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The Saint John Law Courts building. Image: Brad Perry

Wolastoqey Nation reacts to Skyler Sappier inquest

By Brad Perry May 19, 2023 | 12:45 PM

The Wolastoqey Nation in New Brunswick (WNNB) is calling for an Indigenous-led inquiry into systemic racism in the province’s justice system.

It follows a coroner’s inquest this week into the death of an inmate at the Saint John Regional Correctional Centre.

Skyler Sappier, 28, died in the hospital in January 2020, two days after he was admitted.

The inquest heard he had complained about chest pain for days before being rushed to the hospital.

“There was missing oversight and a lack of compassion for him in his final days, marked by the unacceptable decision not to take his failing health seriously,” Neqotkuk (Tobique First Nation) Chief Ross Perley said in a statement.

The Wolastoqey Nation said this week’s inquiry revealed “critical shortcomings” within the correctional centre that contributed to Sappier’s death.

Sappier complained of chest pain at least two days before his death and told nursing staff his lungs were not working properly.

He continued to complain of chest pain and was eventually moved to a medical cell, where he reportedly was not physically checked for three hours.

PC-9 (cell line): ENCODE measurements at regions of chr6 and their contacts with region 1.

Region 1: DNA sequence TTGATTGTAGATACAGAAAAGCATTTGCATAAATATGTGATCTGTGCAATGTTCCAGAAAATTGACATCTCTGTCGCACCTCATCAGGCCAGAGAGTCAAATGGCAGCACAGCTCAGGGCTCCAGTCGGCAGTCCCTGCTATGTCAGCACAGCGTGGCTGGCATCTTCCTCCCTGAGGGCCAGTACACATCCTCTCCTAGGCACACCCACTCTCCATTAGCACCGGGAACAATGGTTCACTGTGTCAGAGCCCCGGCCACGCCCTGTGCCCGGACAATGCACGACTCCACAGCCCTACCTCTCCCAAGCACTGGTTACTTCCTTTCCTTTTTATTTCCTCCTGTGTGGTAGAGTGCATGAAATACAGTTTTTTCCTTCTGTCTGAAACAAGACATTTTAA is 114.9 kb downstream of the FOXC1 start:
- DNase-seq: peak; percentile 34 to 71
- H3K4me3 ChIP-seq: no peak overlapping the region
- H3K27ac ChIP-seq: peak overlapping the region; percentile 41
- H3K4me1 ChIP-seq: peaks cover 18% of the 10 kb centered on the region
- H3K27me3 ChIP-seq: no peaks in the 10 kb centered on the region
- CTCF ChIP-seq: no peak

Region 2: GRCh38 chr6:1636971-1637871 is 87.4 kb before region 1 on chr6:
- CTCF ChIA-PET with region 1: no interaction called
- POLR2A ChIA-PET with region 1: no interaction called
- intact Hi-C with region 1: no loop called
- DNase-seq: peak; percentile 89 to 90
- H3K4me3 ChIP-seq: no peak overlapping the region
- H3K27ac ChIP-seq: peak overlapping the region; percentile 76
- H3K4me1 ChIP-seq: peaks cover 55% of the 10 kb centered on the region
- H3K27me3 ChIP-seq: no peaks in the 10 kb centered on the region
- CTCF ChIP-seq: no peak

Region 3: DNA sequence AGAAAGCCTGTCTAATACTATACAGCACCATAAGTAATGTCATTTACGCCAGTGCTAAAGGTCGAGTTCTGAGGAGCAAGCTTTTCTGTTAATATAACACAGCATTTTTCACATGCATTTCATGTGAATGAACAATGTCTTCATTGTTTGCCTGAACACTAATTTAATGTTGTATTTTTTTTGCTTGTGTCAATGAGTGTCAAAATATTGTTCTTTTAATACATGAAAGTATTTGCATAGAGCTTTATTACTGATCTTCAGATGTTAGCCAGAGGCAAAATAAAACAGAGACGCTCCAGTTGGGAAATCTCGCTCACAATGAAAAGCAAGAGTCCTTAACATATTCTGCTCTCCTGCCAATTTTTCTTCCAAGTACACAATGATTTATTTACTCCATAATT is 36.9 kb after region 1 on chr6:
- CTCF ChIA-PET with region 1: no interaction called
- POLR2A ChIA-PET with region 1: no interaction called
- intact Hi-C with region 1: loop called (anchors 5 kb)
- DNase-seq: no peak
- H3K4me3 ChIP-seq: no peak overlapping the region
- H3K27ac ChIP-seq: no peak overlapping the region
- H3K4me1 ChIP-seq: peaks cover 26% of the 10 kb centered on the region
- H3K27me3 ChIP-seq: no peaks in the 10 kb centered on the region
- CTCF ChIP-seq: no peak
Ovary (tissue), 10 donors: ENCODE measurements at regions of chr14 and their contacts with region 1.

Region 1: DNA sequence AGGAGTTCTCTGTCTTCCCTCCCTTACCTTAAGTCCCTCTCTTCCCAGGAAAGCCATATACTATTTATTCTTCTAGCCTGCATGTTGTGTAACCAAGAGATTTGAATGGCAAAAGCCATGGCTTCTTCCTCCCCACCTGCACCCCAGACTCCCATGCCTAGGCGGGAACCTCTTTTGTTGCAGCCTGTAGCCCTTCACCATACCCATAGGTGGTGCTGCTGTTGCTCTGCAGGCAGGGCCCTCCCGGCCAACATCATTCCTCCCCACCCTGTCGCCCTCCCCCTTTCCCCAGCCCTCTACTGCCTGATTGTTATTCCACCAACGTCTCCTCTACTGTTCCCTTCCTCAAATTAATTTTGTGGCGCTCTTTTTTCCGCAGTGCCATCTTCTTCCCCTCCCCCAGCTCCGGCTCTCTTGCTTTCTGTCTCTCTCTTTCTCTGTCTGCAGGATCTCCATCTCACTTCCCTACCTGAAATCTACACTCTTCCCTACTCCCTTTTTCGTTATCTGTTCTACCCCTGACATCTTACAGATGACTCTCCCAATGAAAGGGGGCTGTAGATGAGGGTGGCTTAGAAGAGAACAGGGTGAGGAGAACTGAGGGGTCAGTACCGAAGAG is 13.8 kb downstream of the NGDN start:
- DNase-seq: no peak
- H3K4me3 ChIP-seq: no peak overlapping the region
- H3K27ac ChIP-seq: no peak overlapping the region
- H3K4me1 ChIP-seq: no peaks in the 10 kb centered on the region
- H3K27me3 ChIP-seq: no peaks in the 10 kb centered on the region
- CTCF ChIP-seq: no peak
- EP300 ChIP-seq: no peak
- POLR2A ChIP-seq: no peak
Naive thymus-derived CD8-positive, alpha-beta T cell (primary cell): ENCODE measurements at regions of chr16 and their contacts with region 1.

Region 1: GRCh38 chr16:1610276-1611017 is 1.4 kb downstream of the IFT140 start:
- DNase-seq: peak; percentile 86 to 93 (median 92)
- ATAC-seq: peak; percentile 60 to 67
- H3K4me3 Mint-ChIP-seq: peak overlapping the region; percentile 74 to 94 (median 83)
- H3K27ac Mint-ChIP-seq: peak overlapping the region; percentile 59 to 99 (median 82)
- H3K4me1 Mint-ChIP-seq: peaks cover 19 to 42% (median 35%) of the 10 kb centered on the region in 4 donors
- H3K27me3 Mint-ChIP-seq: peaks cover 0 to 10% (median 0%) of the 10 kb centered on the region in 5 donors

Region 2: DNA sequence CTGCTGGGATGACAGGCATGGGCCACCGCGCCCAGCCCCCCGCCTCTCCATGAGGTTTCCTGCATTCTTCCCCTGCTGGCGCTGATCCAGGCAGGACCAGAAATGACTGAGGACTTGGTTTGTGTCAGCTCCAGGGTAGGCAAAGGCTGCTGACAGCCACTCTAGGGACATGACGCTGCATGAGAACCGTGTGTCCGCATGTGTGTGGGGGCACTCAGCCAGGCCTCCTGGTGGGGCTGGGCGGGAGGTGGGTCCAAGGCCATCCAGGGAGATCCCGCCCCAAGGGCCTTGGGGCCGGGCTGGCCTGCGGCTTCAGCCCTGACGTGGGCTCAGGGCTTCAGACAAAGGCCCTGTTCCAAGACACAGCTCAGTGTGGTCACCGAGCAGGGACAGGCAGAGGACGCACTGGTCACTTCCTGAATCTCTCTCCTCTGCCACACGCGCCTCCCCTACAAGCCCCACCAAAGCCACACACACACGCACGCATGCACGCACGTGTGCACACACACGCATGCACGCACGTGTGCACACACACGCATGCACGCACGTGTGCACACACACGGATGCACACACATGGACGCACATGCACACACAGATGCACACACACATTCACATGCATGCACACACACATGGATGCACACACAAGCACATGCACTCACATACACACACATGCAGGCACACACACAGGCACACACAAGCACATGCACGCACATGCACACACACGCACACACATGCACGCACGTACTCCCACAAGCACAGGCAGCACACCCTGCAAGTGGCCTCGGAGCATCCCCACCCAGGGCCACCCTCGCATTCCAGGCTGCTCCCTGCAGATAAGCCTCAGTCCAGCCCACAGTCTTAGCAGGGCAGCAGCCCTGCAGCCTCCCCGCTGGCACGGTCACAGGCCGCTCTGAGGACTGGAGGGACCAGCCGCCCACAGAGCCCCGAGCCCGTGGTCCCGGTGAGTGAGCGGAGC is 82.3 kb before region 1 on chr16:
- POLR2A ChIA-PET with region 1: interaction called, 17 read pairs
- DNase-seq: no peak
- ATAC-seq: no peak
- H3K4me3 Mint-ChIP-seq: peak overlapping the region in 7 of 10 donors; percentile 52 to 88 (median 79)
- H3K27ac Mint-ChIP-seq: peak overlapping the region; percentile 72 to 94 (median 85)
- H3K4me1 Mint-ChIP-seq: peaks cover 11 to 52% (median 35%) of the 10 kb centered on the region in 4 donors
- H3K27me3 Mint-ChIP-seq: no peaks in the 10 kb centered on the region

“Corrections staff testified that despite having vitals that were below normal, Skyler did not look in distress, so they only continued to monitor him,” said WNNB in a news release.

“However, he was visibly short of breath, in distress and verbally expressed that his chest hurt.”

Sappier was taken to the hospital later in the day on Jan. 29, and the doctor who treated him noted he likely had pneumonia for several days.

WNNB said understaffing amid an ongoing COVID-19 outbreak within the correctional centre was highlighted several times in the testimony.

It was also revealed that correctional staff had failed to call an ambulance for Sappier, even after it was determined that he needed to go to the hospital.

“There was a shocking contrast between the compassionate, caring testimony provided by hospital staff and the level of ambivalence displayed by correctional staff in this incident,” said Perley.

“I have no faith, after sitting through this inquest, that other Indigenous people will not face the same risk to their life in provincial correctional facilities.”

Perley also called for changes to The Coroner’s Act to improve the overall inquest process.

Unlike other jurisdictions, a victim’s loved ones are not given standing in the inquest in New Brunswick.

That meant they were not allowed to hear details of Sappier’s death before the process began.

“No one should have to go through what Skyler’s family did this week,” said Perley.

The inquest made a number of recommendations for the Saint John Regional Correctional Centre. You can find the full list by clicking here.


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